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Cayman Island Nassau Grouper Fishing Ban...


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#1 wydeangle

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Posted 02 March 2011 - 04:04 PM

...is expiring. Care to help?

I got this announcement today from REEF. Please help if you can!

Dear friend of the Nassau grouper,
We need your help to save the Nassau Grouper. An 8-year ban on fishing at spawning aggregations in the Cayman Islands is due to expire this year. You can help support permanent protections during the spawning season so that this endangered species can continue to reproduce. This will ensure that the Nassau grouper will continue to be an icon in the Cayman Islands for generations to come. Please make your voice heard by sending a letter to the officials listed below. Action is needed by March 31st, 2011.
Premier, Hon. McKeeva Bush – McKeeva.Bush@gov.ky

Minister of Environment, Hon. Mark Scotland – Mark.Scotland@gov.ky
Leader of the Opposition - ppm@candw.ky and mclawcayman@gmail.com
Marine Conservation Board, Chairman, Don Foster – dfoster@candw.ky
Marine Conservation Board, Secretary, Phillippe Bush - Phillippe.Bush@gov.ky
Director of Department of Environment, Gina Ebanks-Petrie –
Gina.Ebanks-Petrie@gov.ky
If you would prefer to mail a hard copy of your letter, please mail it to: Department of the Environment, Gina Ebanks-Petrie, Cayman Islands Government, PO Box 486, Grand Cayman KY1-1106, Cayman Islands
Here is a sample letter. Please take a moment to personalize it, or just simply send it as is:

***********************
Dear Honorable Officials of the Cayman Islands:
Please enact permanent protections to save the iconic Nassau grouper before the existing prohibition on fishing the aggregation sites expires. Don’t miss this opportunity to continue to be at the forefront of Caribbean marine conservation.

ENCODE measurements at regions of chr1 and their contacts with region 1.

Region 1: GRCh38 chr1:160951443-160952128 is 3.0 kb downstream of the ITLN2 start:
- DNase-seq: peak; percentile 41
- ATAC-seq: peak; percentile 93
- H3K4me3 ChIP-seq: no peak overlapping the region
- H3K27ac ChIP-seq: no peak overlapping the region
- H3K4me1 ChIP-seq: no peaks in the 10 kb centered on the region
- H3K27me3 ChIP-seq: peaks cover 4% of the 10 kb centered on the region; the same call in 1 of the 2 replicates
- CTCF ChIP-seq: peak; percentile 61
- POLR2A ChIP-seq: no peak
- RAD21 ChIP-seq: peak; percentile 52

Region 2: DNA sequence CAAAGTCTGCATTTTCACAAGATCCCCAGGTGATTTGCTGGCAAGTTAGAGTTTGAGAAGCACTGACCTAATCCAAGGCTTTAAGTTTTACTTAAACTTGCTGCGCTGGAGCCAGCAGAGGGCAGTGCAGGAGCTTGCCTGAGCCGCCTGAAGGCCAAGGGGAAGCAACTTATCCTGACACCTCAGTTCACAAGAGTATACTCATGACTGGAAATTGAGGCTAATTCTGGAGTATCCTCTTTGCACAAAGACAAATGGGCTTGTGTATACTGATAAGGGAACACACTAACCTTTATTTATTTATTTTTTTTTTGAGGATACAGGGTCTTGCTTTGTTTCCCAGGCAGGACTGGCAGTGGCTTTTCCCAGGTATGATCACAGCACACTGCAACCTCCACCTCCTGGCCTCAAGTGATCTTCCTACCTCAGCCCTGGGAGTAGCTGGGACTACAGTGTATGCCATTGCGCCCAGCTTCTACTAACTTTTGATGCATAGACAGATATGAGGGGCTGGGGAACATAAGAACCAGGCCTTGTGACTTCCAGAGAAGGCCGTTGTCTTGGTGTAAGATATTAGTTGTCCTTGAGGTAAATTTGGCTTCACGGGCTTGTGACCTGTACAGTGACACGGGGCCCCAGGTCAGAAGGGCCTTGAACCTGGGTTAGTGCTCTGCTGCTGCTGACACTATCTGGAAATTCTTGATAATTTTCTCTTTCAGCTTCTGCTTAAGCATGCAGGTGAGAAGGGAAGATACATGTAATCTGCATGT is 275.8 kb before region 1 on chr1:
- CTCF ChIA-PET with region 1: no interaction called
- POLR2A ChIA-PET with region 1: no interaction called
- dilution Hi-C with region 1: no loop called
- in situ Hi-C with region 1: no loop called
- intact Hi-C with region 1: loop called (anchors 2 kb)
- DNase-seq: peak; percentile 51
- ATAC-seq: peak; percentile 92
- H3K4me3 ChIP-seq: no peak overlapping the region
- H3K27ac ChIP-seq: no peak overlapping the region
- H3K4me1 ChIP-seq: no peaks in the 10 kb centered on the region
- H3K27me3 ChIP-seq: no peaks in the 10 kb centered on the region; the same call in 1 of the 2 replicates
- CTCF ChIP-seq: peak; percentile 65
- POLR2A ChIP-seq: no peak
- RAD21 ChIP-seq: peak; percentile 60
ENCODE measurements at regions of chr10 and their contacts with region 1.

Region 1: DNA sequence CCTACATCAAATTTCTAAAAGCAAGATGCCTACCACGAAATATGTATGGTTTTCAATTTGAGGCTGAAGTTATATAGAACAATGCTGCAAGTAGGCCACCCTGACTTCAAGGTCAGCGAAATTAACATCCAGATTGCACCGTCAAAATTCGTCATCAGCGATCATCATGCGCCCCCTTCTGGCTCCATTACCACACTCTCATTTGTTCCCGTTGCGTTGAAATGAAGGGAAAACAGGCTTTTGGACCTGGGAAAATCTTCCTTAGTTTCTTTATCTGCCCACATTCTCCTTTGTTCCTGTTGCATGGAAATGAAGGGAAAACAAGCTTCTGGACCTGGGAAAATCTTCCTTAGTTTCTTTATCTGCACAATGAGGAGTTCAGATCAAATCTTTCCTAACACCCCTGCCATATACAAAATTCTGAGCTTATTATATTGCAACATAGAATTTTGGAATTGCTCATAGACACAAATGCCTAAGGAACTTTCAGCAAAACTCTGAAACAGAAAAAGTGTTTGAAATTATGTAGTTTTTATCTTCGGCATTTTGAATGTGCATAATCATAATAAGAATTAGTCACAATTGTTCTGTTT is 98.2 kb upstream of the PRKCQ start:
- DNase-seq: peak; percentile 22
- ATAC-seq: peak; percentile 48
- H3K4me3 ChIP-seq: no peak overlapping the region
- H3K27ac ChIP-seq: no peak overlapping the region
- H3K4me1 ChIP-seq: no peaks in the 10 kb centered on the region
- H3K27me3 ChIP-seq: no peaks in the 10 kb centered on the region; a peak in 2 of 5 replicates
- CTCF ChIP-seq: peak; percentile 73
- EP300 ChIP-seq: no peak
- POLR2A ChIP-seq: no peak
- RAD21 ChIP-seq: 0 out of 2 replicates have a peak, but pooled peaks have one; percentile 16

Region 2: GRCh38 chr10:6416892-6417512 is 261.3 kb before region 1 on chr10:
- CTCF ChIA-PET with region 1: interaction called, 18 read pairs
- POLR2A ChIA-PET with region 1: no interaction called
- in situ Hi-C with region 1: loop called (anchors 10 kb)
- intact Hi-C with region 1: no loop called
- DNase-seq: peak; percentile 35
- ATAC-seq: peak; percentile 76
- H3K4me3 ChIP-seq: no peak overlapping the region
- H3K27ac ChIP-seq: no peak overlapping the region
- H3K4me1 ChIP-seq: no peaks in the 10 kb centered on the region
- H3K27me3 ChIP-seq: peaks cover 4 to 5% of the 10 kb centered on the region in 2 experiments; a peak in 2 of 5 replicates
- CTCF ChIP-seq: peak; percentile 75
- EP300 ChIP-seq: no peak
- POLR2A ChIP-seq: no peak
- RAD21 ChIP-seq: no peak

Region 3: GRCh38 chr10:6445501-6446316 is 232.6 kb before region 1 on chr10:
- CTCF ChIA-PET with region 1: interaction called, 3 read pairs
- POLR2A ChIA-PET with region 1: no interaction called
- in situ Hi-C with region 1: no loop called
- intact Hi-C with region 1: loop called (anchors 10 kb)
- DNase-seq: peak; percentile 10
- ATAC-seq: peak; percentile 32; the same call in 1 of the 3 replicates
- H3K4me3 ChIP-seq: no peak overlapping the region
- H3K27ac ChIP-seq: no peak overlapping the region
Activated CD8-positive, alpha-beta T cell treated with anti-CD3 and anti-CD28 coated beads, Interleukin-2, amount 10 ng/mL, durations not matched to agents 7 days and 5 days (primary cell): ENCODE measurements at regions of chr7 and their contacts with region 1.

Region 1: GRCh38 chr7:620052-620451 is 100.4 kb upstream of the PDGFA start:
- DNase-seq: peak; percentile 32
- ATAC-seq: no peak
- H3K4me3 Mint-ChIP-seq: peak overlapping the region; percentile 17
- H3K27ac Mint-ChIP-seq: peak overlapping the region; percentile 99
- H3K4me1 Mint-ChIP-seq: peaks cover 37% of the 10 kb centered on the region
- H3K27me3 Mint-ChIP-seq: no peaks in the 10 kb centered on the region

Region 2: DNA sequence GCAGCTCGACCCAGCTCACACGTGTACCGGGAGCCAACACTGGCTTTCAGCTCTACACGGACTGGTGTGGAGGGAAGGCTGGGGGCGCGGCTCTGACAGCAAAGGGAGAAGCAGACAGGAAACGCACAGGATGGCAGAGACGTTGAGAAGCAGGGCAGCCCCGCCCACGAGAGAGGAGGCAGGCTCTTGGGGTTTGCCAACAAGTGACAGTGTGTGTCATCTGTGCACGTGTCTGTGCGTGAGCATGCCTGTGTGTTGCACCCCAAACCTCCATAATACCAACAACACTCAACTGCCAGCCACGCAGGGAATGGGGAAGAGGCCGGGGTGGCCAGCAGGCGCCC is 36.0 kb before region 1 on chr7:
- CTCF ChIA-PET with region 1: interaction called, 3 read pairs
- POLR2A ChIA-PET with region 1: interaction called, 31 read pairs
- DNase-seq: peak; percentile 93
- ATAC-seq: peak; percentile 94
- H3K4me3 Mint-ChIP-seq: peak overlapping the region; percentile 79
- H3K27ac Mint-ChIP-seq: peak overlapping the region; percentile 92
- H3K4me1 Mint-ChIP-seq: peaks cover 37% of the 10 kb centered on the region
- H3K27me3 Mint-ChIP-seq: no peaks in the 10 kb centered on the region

The Cayman Islands is recognized as a leader in the region, starting 25 years ago with the establishment of an extensive network of marine parks. In 2003, this tradition was continued with the forethought to protect spawning aggregations of Nassau Grouper through a ban on fishing at these important sites. These actions collectively have lead to the Cayman Islands having some of the healthiest reefs throughout the Caribbean, including the largest known population of Nassau Grouper in the world and one of the last healthy spawning sites in the Caribbean.
Intensive research conducted on Nassau grouper over the past 9 years as part of Grouper Moon Project by the Cayman Islands Department of the Environment and REEF has indicated these actions are indeed working. The ban has resulted in higher numbers of this endangered species in Cayman waters. This benefits everyone, including the future generations of Caymanians, divers and snorkelers, and fishermen. A healthy population of Nassau Grouper is also critical for healthy and productive coral reefs.
Other countries such as Belize, Mexico, and the Bahamas have already taken decisive action to protect what remains of their spawning populations. If the Cayman Islands fail to enact permanent protections, the last remaining viable spawning aggregation of Nassau Grouper in the Caribbean will be lost. As you may know, these fish only reproduce during their spawning season and only at specific sites, therefore protection during this critical time period is essential.
A fishing closure for Nassau grouper during the spawning season should be implemented. I urge you to take this critical step -- please protect this vital part of the Cayman Islands’ economy and cultural heritage! Thank you for your consideration and attention.